At the conclusion of the Flyers’ season, it was announced that defenseman Randy Jones would need exploratory surgery to figure out why the same hip that needed a procedure done to repair a torn labrum at the beginning of the season, was still giving him pain. After getting the hip checked out by professionals, it turns out Randy did not re-injure himself, but just needed a clean up.
On Wednesday, Jones underwent a surgery to clean up scar tissue and inflamed tissue in his hip.
“Jones had immediate relief from the surgery they did today,” Holmgren said.
Jones finished the season under extreme pain caused by the sore hip and serious surgery was a potential concern. But with him possibly on the trade block in the offseason, not needing months of rehab is not only a breath of fresh air for Jones, but for the Flyers as well.
Many people speculated that Flyers’ forward Jeff Carter was battling injury after only scoring one goal in six playoff games. He led the Flyers with 46 goals during the regular season, but seemed to lack potency in the second season.
And it’s starting to make sense why.
According to a report from CSN, Carter played a majority of the playoffs with a separated his shoulder suffered in game 3 against the Penguins in Philadelphia. The injury may have hampered his offensive output for the rest of the series.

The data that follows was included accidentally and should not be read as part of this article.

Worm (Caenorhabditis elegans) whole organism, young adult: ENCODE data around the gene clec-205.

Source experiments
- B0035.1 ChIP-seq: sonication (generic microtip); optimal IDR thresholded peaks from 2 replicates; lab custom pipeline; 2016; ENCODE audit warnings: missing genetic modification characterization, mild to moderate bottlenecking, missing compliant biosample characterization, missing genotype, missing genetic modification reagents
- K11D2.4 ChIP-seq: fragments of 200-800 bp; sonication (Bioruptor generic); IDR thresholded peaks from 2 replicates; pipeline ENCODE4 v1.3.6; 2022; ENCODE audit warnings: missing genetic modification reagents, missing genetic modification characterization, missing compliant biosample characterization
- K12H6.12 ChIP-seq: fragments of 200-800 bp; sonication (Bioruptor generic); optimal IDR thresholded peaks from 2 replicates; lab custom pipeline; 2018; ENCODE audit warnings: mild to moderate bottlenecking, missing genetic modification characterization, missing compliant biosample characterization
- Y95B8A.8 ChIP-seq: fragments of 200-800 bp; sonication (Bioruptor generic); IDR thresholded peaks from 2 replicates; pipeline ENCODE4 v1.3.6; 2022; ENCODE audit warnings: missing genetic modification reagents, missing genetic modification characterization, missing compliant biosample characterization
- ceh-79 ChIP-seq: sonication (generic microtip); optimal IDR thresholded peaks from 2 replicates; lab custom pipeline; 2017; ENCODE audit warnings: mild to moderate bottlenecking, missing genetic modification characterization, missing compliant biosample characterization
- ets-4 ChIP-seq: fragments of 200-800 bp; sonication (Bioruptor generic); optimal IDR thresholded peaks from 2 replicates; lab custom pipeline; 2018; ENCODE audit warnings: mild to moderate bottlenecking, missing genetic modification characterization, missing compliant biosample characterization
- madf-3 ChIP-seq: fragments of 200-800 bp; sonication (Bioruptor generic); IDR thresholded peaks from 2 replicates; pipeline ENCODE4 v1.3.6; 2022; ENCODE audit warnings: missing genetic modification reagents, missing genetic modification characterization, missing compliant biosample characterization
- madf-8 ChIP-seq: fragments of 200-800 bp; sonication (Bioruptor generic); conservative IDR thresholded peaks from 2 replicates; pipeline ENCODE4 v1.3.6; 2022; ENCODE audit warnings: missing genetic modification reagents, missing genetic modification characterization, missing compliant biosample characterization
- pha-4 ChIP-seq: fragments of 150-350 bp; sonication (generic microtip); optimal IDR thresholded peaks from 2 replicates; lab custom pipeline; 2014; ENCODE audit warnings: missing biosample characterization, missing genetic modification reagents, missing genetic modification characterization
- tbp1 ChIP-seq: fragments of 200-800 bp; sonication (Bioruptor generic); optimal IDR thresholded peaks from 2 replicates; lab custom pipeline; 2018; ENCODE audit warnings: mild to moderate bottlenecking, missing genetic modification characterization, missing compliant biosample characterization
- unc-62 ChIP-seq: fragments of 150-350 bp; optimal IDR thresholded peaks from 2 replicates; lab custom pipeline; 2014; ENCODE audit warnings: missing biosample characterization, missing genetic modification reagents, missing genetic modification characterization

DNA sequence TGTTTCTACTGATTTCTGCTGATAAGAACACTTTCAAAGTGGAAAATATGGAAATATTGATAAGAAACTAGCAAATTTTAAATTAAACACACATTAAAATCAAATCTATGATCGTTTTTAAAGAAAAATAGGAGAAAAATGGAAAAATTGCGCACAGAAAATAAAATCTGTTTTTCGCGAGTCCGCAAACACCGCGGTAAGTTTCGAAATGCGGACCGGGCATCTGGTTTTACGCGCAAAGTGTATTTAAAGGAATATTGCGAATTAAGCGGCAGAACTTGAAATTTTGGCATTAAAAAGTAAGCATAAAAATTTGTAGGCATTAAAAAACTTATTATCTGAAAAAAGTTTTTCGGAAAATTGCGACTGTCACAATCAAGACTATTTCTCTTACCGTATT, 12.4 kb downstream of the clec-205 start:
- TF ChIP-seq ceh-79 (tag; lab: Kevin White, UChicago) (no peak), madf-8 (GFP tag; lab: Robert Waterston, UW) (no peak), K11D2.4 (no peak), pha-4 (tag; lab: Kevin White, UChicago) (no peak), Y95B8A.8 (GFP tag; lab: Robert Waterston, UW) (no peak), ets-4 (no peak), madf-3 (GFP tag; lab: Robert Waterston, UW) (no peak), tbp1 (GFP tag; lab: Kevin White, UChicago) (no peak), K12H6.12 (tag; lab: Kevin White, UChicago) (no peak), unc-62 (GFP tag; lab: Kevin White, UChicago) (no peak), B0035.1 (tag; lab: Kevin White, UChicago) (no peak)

“Jeff kinda fell into the boards awkwardly and separated his shoulder,” General Manager Paul Holmgren said. “It won’t require surgery but it was enough of an injury it hampered him. He just can’t play right now. He needs to rest it.”
The injury was announced by Holmgren after Carter declined an invitation to join Team Canada in Switzerland for the IIHF World Championships.
General Manager Paul Holmgren announced Tuesday, that captain Mike Richards finished the 2008-09 season with a torn labrum both his left and right shoulder. The first-year Flyers’ captain will undergo surgery on the right shoulder and doctors will re-evaluate the injury on the left shoulder after results of an MRI come back. Going under the knife will put Mike out 10-12 weeks. He will be ready for the start of the season.
The Torn Labrum epidemic is becoming more and more common with athletes as technology to diagonose the injury improves. It’s not the type of tear that can get worse, it simply causes discomfort and if you can handle the pain you can play without fear of aggravating it more or causing more damage.
In the NHL rulebook, it states that any player engaging in entertaining naughty activity in the final moments of a game can be suspended and the coach of the team be fined. For the Flyers, it was Daniel Carcillo with the one-game layoff and coach John Stevens with the 10k fine.
In the final minutes of the final period in game one of the playoff series against the Penguins, Carcillo took a faceoff against Maxime Talbot. Down 4-1 and frustrated, Carcillo’s right glove contacted Talbot’s head. Talbot fell to the ground like he was obliterated by the hammer of Thor. No penalty was given, but a suspension followed.